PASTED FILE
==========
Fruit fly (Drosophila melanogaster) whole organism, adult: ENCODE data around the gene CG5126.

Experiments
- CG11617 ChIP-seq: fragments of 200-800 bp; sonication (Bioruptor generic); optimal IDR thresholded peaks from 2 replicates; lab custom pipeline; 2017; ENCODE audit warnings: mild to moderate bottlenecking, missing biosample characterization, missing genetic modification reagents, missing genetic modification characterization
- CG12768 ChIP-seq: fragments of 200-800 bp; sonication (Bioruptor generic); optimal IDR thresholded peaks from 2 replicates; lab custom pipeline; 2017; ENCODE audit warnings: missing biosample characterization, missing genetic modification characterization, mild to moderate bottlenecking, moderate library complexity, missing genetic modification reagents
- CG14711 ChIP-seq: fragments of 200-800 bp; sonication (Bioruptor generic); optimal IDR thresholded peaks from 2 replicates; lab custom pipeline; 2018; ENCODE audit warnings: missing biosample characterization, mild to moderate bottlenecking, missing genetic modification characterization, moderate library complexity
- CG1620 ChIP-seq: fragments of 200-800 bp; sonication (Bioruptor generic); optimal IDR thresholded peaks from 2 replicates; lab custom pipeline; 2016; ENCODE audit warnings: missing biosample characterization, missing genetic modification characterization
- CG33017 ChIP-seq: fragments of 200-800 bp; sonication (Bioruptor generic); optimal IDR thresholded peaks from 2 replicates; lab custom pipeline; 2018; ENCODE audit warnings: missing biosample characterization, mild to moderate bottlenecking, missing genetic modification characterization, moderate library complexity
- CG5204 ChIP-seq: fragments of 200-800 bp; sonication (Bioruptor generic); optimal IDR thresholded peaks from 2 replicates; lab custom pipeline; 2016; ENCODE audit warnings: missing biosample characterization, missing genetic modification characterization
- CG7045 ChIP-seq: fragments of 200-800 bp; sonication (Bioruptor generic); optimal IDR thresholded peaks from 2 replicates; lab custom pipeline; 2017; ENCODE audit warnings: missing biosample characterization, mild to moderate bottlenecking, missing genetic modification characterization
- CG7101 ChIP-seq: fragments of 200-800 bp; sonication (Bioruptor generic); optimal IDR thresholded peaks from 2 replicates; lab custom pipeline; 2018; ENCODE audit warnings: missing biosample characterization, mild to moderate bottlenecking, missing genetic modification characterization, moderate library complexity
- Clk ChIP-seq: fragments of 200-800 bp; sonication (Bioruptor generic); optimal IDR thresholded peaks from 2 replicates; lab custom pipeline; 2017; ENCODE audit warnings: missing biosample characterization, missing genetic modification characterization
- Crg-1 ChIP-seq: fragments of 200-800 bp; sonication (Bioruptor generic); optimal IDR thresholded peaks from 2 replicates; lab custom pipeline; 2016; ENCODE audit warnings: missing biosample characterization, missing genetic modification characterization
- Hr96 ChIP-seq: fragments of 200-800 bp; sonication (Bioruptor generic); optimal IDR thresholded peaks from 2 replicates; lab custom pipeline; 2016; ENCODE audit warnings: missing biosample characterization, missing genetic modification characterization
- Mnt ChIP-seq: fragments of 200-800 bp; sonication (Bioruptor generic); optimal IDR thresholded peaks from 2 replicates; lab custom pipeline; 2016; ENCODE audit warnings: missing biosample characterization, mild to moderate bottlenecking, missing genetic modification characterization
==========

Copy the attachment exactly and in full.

Fruit fly (Drosophila melanogaster) whole organism, adult: ENCODE data around the gene CG5126.

Experiments
- CG11617 ChIP-seq: fragments of 200-800 bp; sonication (Bioruptor generic); optimal IDR thresholded peaks from 2 replicates; lab custom pipeline; 2017; ENCODE audit warnings: mild to moderate bottlenecking, missing biosample characterization, missing genetic modification reagents, missing genetic modification characterization
- CG12768 ChIP-seq: fragments of 200-800 bp; sonication (Bioruptor generic); optimal IDR thresholded peaks from 2 replicates; lab custom pipeline; 2017; ENCODE audit warnings: missing biosample characterization, missing genetic modification characterization, mild to moderate bottlenecking, moderate library complexity, missing genetic modification reagents
- CG14711 ChIP-seq: fragments of 200-800 bp; sonication (Bioruptor generic); optimal IDR thresholded peaks from 2 replicates; lab custom pipeline; 2018; ENCODE audit warnings: missing biosample characterization, mild to moderate bottlenecking, missing genetic modification characterization, moderate library complexity
- CG1620 ChIP-seq: fragments of 200-800 bp; sonication (Bioruptor generic); optimal IDR thresholded peaks from 2 replicates; lab custom pipeline; 2016; ENCODE audit warnings: missing biosample characterization, missing genetic modification characterization
- CG33017 ChIP-seq: fragments of 200-800 bp; sonication (Bioruptor generic); optimal IDR thresholded peaks from 2 replicates; lab custom pipeline; 2018; ENCODE audit warnings: missing biosample characterization, mild to moderate bottlenecking, missing genetic modification characterization, moderate library complexity
- CG5204 ChIP-seq: fragments of 200-800 bp; sonication (Bioruptor generic); optimal IDR thresholded peaks from 2 replicates; lab custom pipeline; 2016; ENCODE audit warnings: missing biosample characterization, missing genetic modification characterization
- CG7045 ChIP-seq: fragments of 200-800 bp; sonication (Bioruptor generic); optimal IDR thresholded peaks from 2 replicates; lab custom pipeline; 2017; ENCODE audit warnings: missing biosample characterization, mild to moderate bottlenecking, missing genetic modification characterization
- CG7101 ChIP-seq: fragments of 200-800 bp; sonication (Bioruptor generic); optimal IDR thresholded peaks from 2 replicates; lab custom pipeline; 2018; ENCODE audit warnings: missing biosample characterization, mild to moderate bottlenecking, missing genetic modification characterization, moderate library complexity
- Clk ChIP-seq: fragments of 200-800 bp; sonication (Bioruptor generic); optimal IDR thresholded peaks from 2 replicates; lab custom pipeline; 2017; ENCODE audit warnings: missing biosample characterization, missing genetic modification characterization
- Crg-1 ChIP-seq: fragments of 200-800 bp; sonication (Bioruptor generic); optimal IDR thresholded peaks from 2 replicates; lab custom pipeline; 2016; ENCODE audit warnings: missing biosample characterization, missing genetic modification characterization
- Hr96 ChIP-seq: fragments of 200-800 bp; sonication (Bioruptor generic); optimal IDR thresholded peaks from 2 replicates; lab custom pipeline; 2016; ENCODE audit warnings: missing biosample characterization, missing genetic modification characterization
- Mnt ChIP-seq: fragments of 200-800 bp; sonication (Bioruptor generic); optimal IDR thresholded peaks from 2 replicates; lab custom pipeline; 2016; ENCODE audit warnings: missing biosample characterization, mild to moderate bottlenecking, missing genetic modification characterization